Mark 2:16
And when the scribes and Pharisees saw him eat with publicans and sinners, they said to his disciples, How is it that he eats and drinks with publicans and sinners?
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2:13-17 Matthew was not a good character, or else, being a Jew, he would never have been a publican, that is, a tax-gatherer for the Romans. However, Christ called this publican to follow him. With God, through Christ, there is mercy to pardon the greatest sins, and grace to change the greatest sinners, and make them holy. A faithful, fair-dealing publican was rare. And because the Jews had a particular hatred to an office which proved that they were subject to the Romans, they gave these tax-gatherers an ill name. But such as these our blessed Lord did not hesitate to converse with, when he appeared in the likeness of sinful flesh. And it is no new thing for that which is both well done and well designed, to be slandered, and turned to the reproach of the wisest and best of men. Christ would not withdraw, though the Pharisees were offended. If the world had been righteous, there had been no occasion for his coming, either to preach repentance, or to purchase forgiveness. We must not keep company with ungodly men out of love to their vain conversation; but we are to show love to their souls, remembering that our good Physician had the power of healing in himself, and was in no danger of taking the disease; but it is not so with us. In trying to do good to others, let us be careful we do not get harm to ourselves.See the notes at Matthew 9:12-13. Mr 2:13-17. Levi's (OR Matthew's) Call and Feast. ( = Mt 9:9-13; Lu 5:27-32).

See on [1408]Mt 9:9-13.

Ver. 16. See Poole on "Mark 2:15" And when the Scribes and Pharisees saw him eat,.... They were offended at his eating and drinking, though it was in moderation; because he did not fast as they, and their disciples did; and especially, that he eat

with publicans and sinners; men of very infamous characters, and bad lives, with whom the Pharisees disdained to keep company:

they said unto his disciples, how is it that he eateth and drinketh with publicans and sinners? The Vulgate Latin, Arabic, Persic, and Ethiopic versions read, "your master"; see Gill on Matthew 9:11; so some Greek copies here.

And when the scribes and Pharisees saw him eat with publicans and sinners, they said unto his disciples, How is it that he eateth and drinketh with publicans and sinners?
Mark 2:16. ἔλεγον: the scribes advance from thinking (Mark 2:6) to speaking; not yet, however, to Jesus but about Him to His disciples. They note, with disapproval, His kindly relations with “sinners”. The publicans and other disreputables had also noted the fact. The story of the palsied man and the “blasphemous” word, “thy sins be forgiven thee,” had got abroad, making them prick up their ears, and awakening decided interest in these tabooed circles, in the “Blasphemer”.16. they said unto his disciples] Overawed by the miracles He had wrought and the overthrow they had lately experienced at the healing of the paralytic, and not as yet venturing on any open rupture with Him, they vent their displeasure on His disciples. It is not likely that the Pharisees were present at the feast, or they would have involved themselves in the same blame. Probably they looked in while it was in progress, and afterwards came forward to the disciples coming out.Mark 2:16.[19] Τὶ ὅτι) So the LXX.; Jdg 11:7, etc.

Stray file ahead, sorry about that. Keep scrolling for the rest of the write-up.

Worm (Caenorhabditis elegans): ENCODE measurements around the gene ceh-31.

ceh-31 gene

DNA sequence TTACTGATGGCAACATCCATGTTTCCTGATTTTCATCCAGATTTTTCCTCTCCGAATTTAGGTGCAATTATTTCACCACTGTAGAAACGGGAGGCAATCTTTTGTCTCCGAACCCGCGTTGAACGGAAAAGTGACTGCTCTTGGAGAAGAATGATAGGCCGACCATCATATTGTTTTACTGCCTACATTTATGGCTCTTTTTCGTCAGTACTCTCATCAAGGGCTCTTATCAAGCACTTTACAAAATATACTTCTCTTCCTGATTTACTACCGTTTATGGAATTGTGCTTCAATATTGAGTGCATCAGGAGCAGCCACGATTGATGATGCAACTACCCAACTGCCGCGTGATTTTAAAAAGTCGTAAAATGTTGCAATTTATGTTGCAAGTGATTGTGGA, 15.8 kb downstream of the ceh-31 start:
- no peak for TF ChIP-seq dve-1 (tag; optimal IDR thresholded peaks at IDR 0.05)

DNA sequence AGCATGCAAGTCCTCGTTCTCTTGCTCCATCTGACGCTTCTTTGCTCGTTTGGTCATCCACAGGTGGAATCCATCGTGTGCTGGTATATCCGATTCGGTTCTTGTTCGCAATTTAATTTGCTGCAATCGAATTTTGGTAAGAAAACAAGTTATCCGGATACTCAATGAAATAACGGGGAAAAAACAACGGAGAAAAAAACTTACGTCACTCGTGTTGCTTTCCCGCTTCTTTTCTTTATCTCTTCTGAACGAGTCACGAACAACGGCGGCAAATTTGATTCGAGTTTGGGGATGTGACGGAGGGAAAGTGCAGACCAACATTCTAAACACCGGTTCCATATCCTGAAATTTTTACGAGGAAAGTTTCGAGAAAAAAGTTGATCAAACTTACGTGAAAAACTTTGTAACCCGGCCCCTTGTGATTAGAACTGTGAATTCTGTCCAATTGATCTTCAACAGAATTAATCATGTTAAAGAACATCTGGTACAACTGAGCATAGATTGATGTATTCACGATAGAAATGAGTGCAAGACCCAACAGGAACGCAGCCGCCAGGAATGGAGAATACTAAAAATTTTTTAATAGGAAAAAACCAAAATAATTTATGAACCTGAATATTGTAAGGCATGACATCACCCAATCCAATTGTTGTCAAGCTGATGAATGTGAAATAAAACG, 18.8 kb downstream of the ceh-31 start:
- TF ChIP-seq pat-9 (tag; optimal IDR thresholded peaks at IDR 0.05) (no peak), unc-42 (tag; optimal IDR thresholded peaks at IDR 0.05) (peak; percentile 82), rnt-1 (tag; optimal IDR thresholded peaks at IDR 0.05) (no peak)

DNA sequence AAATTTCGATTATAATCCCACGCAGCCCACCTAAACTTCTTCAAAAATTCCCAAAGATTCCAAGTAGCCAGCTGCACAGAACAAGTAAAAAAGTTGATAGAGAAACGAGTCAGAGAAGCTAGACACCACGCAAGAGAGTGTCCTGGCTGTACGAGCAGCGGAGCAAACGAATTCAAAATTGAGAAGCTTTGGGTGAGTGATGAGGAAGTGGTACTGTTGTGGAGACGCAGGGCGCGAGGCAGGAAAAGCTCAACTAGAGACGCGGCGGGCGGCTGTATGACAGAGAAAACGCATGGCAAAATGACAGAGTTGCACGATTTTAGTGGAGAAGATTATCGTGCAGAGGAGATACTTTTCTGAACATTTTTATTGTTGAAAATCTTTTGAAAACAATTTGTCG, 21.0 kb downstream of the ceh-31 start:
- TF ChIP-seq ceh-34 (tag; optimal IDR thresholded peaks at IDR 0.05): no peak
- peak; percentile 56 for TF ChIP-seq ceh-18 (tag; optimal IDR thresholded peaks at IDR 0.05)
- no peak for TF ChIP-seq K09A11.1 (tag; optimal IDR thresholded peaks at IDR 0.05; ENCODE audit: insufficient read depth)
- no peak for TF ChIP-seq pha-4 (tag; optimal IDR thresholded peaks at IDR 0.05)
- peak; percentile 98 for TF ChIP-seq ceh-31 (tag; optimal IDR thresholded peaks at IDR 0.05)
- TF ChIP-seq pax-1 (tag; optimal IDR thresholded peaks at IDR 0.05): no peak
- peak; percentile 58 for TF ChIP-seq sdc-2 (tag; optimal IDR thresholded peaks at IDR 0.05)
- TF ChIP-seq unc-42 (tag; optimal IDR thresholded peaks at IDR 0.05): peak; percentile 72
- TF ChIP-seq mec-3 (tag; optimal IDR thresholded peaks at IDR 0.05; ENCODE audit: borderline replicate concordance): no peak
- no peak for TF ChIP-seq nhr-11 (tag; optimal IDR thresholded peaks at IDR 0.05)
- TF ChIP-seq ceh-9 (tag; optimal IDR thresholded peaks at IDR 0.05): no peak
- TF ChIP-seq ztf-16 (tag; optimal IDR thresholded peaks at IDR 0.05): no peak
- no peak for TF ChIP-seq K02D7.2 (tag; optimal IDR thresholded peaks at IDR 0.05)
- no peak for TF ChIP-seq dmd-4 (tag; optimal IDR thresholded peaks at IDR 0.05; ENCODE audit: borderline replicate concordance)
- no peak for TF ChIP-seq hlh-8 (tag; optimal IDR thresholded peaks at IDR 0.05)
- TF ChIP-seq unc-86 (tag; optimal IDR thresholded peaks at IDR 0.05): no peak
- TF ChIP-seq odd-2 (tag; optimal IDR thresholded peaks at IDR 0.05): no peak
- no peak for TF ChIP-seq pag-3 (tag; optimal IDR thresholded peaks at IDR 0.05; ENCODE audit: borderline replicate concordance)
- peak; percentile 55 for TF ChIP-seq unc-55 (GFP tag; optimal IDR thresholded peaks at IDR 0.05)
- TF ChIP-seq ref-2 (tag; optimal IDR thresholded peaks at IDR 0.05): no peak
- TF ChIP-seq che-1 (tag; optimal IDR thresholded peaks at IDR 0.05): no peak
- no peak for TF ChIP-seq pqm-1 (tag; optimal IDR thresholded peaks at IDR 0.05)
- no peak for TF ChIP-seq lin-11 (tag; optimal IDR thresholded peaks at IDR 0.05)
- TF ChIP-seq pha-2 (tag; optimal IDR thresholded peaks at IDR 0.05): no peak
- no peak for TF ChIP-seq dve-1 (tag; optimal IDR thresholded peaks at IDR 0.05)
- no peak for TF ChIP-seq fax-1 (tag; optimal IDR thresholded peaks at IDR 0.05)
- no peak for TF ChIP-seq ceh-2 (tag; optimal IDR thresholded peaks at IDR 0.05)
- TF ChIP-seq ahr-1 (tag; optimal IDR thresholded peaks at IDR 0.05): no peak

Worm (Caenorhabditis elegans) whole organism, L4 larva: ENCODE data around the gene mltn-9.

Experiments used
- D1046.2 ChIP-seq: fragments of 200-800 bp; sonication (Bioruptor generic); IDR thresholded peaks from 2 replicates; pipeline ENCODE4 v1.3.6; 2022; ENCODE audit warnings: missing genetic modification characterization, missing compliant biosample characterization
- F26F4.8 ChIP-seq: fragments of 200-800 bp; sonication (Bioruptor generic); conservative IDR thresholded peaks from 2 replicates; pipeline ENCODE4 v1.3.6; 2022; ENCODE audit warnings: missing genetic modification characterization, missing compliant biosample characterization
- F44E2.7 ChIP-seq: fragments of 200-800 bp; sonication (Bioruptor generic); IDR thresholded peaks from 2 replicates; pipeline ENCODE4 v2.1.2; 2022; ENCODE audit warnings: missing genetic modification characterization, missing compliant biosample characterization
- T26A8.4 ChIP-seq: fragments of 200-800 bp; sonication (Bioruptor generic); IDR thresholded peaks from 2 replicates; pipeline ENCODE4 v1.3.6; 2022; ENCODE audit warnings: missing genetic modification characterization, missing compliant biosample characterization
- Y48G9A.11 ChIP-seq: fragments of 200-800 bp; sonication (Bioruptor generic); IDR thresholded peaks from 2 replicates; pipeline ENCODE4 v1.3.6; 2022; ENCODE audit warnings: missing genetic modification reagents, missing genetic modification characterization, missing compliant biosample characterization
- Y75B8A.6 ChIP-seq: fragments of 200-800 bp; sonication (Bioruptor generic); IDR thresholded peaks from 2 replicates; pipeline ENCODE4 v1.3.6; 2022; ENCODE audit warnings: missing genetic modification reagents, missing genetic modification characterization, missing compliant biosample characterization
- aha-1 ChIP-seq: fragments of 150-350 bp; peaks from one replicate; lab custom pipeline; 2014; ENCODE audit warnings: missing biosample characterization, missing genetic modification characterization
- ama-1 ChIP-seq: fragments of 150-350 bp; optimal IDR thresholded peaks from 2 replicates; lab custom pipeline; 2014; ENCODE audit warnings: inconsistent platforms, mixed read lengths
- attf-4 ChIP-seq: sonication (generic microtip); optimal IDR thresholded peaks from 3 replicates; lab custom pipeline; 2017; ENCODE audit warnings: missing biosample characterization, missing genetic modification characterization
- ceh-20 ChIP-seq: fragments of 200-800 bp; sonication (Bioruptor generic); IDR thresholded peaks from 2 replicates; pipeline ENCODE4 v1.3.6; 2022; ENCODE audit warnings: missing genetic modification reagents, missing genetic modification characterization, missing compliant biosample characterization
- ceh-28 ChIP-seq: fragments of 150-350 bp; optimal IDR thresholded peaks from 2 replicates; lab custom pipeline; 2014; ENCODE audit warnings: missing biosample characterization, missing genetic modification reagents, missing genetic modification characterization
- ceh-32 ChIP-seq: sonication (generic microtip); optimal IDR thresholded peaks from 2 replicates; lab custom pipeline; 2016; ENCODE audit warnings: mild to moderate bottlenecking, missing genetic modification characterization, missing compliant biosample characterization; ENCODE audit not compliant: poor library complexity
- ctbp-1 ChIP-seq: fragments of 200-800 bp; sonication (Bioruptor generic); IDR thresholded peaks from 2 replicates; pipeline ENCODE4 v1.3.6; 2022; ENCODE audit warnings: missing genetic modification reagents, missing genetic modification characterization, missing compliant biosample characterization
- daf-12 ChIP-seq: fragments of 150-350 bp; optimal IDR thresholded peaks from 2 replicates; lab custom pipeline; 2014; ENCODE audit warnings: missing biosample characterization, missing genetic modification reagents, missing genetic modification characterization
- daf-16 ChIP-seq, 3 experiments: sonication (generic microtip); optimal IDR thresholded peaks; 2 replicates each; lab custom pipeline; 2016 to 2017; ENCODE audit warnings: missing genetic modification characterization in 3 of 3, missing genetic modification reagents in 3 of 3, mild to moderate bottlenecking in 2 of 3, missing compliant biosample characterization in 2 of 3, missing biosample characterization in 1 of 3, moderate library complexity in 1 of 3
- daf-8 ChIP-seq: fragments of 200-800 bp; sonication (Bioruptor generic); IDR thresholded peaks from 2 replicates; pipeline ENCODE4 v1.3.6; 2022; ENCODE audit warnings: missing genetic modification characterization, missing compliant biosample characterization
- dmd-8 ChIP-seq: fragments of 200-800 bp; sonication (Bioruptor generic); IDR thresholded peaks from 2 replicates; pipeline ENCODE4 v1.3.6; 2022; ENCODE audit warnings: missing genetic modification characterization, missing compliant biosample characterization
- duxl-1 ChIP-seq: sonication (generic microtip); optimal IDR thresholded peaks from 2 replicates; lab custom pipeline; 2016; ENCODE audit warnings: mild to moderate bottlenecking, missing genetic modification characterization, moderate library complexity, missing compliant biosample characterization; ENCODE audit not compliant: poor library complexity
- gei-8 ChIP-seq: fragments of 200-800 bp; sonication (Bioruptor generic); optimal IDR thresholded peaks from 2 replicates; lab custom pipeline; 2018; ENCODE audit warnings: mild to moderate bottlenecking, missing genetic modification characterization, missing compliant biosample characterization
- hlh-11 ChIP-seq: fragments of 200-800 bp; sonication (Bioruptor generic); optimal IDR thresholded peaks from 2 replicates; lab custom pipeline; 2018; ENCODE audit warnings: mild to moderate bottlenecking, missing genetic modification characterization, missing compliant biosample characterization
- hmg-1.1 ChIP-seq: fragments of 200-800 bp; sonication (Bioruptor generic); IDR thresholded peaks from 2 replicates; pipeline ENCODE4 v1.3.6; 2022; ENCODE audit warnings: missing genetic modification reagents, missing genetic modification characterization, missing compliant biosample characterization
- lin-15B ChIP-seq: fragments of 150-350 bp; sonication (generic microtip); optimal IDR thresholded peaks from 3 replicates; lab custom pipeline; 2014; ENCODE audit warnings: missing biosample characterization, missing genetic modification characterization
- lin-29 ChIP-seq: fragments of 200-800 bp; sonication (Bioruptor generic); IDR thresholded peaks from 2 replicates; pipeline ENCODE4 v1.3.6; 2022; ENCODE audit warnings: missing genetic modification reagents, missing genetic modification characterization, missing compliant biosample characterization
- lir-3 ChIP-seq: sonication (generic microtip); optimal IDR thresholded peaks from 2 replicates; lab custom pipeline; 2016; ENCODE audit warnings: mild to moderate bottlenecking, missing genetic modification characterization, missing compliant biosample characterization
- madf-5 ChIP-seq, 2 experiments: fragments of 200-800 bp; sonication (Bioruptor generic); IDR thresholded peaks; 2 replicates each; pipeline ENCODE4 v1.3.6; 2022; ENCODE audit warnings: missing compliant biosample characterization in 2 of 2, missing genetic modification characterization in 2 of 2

[19] Mark 2:15. Καὶ ἠκολούθησαν, and they were following) Therefore even then already with reformed minds they were holding to [entering upon] the right way.—V. g.Verse 16. - According to the most approved readings, this verse should run thus: And the scribes of the Pharisees, when they saw that he was eating with the sinners and publicans, said unto his disciples, He eateth and drinketh with publicans and sinners. The words "publicans and sinners" are thus inverted in their order in the two clauses, as though they were convertible terms. Of course, the scribes and Pharisees had not sat down at this feast, but some of them had probably found their way into the chamber in which the feast was going on, where they would comment freely upon what they saw, and condemn our Lord's conduct as inconsistent with his character. It is as though they said, "By this conduct he transgresses the Law of God and the traditions of the elders. Why, then, do you follow him?" Scribes and Pharisees

But the best texts read γραμματεῖς τῶν Φαρισαίων, scribes of the Pharisees. So Rev. Scribes belonging to the sect of the Pharisees. They had followed him into the hall where the company were seated. This hall answered to the k)ha3wah of Arabian houses, which is thus described by William Gifford Palgrave: "The k)ha4wah was a long, oblong hall about twenty feet in height, fifty in length, and sixteen or thereabouts in breadth. The walls were covered in a rudely decorative manner with brown and white wash, and sunk here and there into small triangular recesses, destined to the reception of books, lamps, and other such like objects. The roof was of timber, and fiat; the floor was strewn with fine, clean sand, and garnished all round alongside of the walls with long strips of carpet, upon which cushions, covered with faded silk, were disposed at suitable intervals. In poorer houses, felt rugs usually take the place of carpets" ("Central and Eastern Arabia").

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